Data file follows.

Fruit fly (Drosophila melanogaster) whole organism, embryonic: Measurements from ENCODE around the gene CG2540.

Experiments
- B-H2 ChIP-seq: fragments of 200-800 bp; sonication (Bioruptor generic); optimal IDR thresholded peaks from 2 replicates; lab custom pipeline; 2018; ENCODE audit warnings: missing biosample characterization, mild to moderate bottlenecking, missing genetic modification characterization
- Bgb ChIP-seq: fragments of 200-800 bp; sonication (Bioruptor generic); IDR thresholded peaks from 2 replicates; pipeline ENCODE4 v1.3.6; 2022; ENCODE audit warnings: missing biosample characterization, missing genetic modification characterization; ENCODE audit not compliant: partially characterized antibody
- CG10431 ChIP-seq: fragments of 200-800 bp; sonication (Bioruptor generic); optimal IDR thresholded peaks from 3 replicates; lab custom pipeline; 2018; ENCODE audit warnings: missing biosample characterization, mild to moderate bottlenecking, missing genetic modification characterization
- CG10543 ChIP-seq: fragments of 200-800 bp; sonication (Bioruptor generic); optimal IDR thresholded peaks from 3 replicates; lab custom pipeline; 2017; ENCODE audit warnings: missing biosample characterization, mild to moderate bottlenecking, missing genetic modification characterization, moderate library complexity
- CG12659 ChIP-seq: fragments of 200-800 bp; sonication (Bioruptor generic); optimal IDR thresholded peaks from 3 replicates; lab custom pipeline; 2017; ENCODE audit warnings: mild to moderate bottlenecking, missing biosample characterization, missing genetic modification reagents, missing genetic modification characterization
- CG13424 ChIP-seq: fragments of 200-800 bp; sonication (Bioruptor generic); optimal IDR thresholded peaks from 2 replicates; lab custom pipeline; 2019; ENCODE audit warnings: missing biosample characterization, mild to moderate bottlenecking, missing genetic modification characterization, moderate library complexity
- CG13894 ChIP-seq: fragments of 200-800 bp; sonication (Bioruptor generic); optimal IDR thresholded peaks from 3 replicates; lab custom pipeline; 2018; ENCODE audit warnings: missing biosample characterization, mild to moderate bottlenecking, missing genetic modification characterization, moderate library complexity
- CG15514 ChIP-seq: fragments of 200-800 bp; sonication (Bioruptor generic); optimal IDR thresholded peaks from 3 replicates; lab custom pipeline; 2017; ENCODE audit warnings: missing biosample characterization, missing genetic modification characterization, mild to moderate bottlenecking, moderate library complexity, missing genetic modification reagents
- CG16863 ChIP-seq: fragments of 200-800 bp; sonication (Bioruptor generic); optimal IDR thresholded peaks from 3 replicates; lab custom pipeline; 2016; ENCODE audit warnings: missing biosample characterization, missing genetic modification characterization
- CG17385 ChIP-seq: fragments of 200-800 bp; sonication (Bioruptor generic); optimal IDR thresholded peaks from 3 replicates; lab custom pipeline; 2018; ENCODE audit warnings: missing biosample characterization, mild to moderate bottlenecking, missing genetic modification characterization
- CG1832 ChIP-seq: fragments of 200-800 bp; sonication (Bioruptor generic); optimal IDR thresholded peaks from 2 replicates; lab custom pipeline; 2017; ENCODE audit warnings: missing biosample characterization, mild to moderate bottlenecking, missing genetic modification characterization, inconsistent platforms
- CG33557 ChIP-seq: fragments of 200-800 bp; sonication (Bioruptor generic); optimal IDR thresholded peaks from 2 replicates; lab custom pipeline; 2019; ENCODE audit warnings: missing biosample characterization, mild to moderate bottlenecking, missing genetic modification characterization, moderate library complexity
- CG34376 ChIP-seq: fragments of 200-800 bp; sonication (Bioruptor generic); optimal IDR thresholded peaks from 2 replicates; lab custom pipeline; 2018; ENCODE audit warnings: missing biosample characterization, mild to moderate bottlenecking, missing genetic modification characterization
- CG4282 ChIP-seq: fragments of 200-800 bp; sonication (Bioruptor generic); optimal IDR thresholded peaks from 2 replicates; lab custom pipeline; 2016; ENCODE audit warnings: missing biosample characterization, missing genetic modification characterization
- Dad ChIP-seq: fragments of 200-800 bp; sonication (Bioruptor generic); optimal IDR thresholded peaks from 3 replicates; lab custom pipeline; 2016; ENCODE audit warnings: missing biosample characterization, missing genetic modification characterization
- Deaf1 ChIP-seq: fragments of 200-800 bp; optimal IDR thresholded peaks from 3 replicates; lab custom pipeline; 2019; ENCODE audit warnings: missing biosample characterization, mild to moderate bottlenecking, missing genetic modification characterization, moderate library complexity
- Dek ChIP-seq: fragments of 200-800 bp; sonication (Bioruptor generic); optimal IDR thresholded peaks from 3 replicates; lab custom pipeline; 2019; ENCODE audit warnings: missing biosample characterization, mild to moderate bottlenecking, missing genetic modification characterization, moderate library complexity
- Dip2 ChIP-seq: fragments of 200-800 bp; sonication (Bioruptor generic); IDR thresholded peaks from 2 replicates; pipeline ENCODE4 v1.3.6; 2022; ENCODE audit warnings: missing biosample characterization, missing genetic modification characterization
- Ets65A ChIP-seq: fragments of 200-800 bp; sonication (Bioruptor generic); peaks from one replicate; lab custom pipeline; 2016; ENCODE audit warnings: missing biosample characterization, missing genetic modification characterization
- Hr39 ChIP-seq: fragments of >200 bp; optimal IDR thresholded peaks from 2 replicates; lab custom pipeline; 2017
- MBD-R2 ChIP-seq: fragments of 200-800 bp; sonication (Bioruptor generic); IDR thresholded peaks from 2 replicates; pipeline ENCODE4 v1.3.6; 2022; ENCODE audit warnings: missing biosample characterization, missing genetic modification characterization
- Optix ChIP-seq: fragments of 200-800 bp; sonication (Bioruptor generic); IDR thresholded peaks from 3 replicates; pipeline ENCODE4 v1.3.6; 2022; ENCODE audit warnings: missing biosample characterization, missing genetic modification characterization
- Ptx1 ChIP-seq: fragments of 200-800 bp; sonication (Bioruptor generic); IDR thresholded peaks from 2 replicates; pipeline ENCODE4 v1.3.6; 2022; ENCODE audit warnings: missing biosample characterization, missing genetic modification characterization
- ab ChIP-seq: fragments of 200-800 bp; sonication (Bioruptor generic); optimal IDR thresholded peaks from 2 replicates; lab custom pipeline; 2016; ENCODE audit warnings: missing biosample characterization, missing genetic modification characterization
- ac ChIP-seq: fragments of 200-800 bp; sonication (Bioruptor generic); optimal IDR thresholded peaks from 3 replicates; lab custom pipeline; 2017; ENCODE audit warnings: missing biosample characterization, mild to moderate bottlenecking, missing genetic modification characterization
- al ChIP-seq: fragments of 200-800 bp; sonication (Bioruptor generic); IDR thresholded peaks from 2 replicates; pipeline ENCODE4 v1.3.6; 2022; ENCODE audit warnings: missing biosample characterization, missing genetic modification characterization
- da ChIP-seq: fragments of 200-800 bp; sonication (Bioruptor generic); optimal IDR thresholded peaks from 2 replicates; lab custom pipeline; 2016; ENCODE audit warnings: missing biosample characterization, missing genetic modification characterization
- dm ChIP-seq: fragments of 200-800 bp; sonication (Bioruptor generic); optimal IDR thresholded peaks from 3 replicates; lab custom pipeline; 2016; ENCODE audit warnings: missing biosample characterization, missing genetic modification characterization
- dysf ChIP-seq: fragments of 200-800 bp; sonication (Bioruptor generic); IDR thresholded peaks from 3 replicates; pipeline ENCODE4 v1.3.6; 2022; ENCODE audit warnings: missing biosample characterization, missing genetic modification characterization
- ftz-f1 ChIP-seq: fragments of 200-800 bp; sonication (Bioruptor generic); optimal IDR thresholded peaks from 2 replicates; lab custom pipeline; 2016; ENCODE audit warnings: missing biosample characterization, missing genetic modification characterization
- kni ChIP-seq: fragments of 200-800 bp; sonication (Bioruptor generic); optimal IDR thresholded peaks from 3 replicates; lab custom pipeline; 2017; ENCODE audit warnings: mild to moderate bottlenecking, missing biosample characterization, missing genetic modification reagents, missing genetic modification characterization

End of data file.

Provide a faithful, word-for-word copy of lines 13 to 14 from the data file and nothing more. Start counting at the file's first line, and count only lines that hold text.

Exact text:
- CG1832 ChIP-seq: fragments of 200-800 bp; sonication (Bioruptor generic); optimal IDR thresholded peaks from 2 replicates; lab custom pipeline; 2017; ENCODE audit warnings: missing biosample characterization, mild to moderate bottlenecking, missing genetic modification characterization, inconsistent platforms
- CG33557 ChIP-seq: fragments of 200-800 bp; sonication (Bioruptor generic); optimal IDR thresholded peaks from 2 replicates; lab custom pipeline; 2019; ENCODE audit warnings: missing biosample characterization, mild to moderate bottlenecking, missing genetic modification characterization, moderate library complexity